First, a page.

How to Re-Bloom Your Poinsettia

Once Christmas is over comes the decision of what to do with your beautiful poinsettia? You may want to keep it as an attractive green foliage plant (after all, the poinsettia is included on the list of houseplants most helpful in removing pollutants from indoor air!) and try to get it to re-bloom next year. It’s not as difficult as you may think. But it does require vigilence.

Keep your poinsettia growing strong by placing it in a sunny location (indoors if you do not live in a tropical climate) for at least six hours a day. The daytime temperature should be around 70 F and the nighttime temp around 65 F. Temperatures below 50 F will cause chilling damage if you plan on leaving it in an enclosed outdoor porch. Avoid excessive drafts. Water it when the soil surface becomes dry to the touch and just enough until you see the water begin to come out of the drainage holes in the bottom of the pot. Discard any water that it could sit in as this will quickly cause root rot. Fertilize with a balanced, all-purpose houseplant fertilizer according to the label directions.

At the end of March cut back the stems of your poinsettia halfway to encourage new growth. By this time the bracts (the colorful part of the plant) have turned a muddy green. You may place your poinsettia outdoors during the spring and summer if the temperatures meet the above requirements and there is no danger of frost. Around June 1 it may be necessary to re-pot it into a bigger pot no more than 2-4” larger than the original. Use a fairly lightweight commercial potting mix and water-in thoroughly after transplanting. Keep up the fertilizer regime (probably once a week according to the manufacturer’s label directions) and avoid over-watering.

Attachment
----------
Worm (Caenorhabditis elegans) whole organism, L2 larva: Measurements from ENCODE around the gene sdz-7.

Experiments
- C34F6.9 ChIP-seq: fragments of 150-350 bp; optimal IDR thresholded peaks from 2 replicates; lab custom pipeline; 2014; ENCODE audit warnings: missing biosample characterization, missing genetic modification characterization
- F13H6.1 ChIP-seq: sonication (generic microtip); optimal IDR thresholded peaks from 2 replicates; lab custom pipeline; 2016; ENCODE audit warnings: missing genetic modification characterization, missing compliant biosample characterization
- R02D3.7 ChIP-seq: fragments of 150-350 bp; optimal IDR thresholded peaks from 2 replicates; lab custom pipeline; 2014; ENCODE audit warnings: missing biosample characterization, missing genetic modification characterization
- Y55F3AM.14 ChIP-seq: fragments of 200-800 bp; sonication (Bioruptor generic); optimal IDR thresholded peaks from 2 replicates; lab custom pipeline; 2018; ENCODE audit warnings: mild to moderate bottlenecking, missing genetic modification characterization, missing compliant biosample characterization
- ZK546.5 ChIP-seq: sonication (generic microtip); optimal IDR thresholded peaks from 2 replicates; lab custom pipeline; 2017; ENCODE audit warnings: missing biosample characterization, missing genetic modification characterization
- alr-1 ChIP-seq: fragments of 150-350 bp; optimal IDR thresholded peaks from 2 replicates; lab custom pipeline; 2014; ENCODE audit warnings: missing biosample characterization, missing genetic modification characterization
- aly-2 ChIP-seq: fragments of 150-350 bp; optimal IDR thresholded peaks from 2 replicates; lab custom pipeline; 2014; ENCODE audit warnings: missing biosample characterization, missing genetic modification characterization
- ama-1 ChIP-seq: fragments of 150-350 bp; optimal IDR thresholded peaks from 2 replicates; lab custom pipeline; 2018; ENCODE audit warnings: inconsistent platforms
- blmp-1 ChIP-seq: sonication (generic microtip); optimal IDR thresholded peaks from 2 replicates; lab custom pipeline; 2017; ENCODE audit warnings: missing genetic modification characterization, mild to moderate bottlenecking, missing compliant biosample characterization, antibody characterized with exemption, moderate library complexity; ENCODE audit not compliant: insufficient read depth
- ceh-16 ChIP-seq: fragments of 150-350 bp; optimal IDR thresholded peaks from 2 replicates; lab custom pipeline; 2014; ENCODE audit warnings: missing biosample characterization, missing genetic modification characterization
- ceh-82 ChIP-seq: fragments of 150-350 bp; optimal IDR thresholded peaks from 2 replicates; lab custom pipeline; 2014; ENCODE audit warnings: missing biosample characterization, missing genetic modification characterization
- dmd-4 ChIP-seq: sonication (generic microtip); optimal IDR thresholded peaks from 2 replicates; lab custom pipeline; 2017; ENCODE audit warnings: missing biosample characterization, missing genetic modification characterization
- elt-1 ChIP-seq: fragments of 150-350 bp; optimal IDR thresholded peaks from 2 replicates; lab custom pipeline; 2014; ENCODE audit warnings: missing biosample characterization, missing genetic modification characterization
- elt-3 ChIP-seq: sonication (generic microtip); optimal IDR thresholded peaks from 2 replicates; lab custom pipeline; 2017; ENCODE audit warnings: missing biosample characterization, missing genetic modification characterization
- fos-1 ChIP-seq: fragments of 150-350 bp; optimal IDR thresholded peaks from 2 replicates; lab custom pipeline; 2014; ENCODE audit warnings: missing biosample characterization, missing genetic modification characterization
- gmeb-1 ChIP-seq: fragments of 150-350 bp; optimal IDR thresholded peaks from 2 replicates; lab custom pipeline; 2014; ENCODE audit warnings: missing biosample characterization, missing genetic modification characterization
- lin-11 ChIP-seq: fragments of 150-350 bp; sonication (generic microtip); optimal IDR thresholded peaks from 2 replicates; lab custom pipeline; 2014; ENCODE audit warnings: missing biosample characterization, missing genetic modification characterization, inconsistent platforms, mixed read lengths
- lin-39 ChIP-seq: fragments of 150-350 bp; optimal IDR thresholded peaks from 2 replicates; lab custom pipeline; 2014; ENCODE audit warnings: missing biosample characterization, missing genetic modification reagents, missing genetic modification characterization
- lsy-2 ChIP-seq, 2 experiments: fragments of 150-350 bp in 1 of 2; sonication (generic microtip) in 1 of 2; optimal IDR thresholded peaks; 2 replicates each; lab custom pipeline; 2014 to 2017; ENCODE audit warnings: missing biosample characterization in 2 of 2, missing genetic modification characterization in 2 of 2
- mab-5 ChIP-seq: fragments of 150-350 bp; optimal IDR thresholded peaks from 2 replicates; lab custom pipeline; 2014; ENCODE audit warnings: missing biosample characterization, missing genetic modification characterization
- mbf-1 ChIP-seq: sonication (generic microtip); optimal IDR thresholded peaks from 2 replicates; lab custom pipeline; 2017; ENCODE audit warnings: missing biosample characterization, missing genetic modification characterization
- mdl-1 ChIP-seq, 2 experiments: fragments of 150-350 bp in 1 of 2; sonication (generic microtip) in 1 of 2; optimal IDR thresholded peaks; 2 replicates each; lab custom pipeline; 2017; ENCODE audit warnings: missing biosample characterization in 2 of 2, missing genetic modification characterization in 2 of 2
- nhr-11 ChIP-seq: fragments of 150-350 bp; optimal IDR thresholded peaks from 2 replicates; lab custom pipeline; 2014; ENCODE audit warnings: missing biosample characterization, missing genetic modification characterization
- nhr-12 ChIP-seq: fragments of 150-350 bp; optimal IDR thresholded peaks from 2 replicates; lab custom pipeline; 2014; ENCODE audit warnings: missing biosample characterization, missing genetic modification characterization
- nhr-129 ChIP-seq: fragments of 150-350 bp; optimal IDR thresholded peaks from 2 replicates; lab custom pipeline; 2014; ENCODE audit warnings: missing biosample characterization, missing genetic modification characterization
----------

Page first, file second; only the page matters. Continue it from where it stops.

On July 4 cut back the stems again to 1/2 their original length. The plant will not look pretty, initially, but will soon have a lush canopy of new growth. Maintain the same light, temperature, watering and fertilizer requirements.

The poinsettia will begin to set flower buds as the winter nights grow shorter as it is a photoperiodic plant. It should come into full bloom (the blooms are actually the little yellow flowers in the middle of the colorful bracts) sometime in December. Starting October 1, your poinsettia must be kept in 14 hours of continuous, uninterrupted (not even a flashlight beam!) darkness for 14 hours a night, every night for 8-10 weeks. You can accomplish this by moving it into a dark closet or room or by placing a large box over it every evening and returning it to its sunny growing spot every morning 14 hours later. NO light should shine upon it during this critical dark night or the re-blooming process may be delayed or not occur at all. Make sure the night temperatures are between 60-70 F during this time also.

This final step is the part of the process that takes patience and diligence but the effort is well worth it when this time next year you are enjoying your beautiful blooming poinsettia. So start a heritage and keep it blooming!

Published by Debi